Brokers, prepare to serve this market

Brokers, prepare to serve this market

Brokers, prepare to serve this market Rising self-employment numbers are creating a lucrative opportunity for brokers, who have much more to offer these clients than big bank counterparts, according to one industry player.

“If people have less choice with their bank, they need to find an alternative, and that is often to go to a broker,” Bryan Guertin, a mortgage broker with Mortgage Intelligence, told “We have alternative financing options, whereas the banks have one program and clients have to qualify under that program.”

It’s no secret that for self-employed clients constitute excellent business for brokers – Guertin estimates these clients make up 60% of his own business.

But recently released stats point to just how much this segment is growing. According to Statistics Canada, over half a million Canadians become self-employed every year. And that number grows when general unemployment ticks up.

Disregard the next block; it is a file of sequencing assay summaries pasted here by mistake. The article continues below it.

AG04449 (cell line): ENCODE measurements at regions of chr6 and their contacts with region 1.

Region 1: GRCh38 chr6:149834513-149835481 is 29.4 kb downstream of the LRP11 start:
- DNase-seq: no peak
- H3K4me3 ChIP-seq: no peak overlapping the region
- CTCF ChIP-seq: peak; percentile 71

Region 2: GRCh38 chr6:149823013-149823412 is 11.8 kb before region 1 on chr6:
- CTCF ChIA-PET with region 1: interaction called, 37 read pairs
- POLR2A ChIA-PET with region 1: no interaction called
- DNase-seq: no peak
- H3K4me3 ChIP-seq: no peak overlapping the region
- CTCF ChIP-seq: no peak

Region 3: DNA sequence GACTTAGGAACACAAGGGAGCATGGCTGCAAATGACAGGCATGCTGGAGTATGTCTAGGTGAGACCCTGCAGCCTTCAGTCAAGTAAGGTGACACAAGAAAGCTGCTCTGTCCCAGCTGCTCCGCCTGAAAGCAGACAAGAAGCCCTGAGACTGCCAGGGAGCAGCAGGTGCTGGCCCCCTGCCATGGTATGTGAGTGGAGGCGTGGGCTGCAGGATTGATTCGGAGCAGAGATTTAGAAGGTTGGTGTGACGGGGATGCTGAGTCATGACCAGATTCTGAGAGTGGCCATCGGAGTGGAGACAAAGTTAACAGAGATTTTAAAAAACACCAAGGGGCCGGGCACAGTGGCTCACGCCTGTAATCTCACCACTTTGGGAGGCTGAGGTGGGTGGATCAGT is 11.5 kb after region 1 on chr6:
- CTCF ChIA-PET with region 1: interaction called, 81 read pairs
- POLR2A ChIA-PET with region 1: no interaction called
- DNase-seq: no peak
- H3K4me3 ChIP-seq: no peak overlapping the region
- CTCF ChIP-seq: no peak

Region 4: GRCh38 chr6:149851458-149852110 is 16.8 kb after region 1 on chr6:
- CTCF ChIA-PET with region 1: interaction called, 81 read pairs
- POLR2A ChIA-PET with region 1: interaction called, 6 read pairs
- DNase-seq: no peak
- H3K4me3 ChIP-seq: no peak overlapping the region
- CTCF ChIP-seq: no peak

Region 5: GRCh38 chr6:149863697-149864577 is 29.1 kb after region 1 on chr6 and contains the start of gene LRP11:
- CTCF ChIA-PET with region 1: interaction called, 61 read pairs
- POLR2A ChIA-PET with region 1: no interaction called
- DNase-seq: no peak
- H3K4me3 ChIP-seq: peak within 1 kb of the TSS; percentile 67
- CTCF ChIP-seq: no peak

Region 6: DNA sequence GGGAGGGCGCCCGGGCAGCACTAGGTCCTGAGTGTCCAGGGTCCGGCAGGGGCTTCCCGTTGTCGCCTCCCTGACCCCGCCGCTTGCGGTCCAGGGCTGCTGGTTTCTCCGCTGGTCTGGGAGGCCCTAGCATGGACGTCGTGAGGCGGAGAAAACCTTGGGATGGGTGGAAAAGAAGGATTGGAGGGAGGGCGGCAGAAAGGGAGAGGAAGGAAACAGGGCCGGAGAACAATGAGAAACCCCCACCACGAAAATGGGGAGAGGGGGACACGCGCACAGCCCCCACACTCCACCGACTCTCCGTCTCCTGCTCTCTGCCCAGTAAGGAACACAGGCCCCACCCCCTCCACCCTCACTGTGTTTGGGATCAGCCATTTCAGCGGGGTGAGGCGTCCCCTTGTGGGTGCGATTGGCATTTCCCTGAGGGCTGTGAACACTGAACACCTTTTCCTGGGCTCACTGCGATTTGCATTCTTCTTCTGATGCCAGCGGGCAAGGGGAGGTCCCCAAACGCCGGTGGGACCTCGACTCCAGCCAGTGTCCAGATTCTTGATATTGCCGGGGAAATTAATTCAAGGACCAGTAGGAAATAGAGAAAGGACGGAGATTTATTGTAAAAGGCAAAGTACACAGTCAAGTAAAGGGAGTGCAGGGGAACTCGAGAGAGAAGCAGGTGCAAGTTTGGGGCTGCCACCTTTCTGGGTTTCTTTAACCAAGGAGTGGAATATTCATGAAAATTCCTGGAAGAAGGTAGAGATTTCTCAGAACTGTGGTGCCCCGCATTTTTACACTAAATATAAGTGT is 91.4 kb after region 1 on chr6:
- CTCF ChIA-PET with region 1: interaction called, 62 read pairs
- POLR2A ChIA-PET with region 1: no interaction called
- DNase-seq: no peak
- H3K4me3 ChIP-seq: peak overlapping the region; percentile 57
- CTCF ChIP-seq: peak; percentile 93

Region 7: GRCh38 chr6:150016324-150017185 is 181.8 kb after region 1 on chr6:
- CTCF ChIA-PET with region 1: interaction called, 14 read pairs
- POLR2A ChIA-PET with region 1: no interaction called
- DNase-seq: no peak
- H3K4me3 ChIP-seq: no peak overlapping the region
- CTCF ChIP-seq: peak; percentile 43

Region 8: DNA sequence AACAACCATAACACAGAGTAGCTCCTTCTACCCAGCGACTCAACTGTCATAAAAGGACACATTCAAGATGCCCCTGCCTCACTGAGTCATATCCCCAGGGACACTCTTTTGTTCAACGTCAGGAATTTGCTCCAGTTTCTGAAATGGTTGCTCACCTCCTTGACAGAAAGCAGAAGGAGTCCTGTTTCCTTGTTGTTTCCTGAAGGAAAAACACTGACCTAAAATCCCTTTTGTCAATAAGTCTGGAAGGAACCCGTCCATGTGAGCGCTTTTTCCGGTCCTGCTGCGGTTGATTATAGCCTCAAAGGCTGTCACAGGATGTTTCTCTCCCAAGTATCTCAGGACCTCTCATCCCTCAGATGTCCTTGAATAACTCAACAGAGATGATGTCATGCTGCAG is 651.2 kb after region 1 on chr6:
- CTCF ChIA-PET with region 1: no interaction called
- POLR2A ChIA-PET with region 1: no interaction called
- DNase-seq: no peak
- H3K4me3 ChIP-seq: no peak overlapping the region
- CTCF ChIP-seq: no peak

“Canada has a relatively large group of self-employed individuals who operate unincorporated businesses,” StatsCan said in a report released earlier this month. “In 2014, there were more than 1.5 million Canadians engaged in unincorporated self-employment activities, accounting for 9% of total employment.”

And while self-employed deals pose unique challenges, brokers certainly seem up to the challenge.

“Often we have to put self-employed clients with b-lenders and qualify their gross income instead of theirnet income,” Guertin said. “When we go to a b-lender, they ask for 12 months’ worth of bank statements and that’s how they qualify the client.”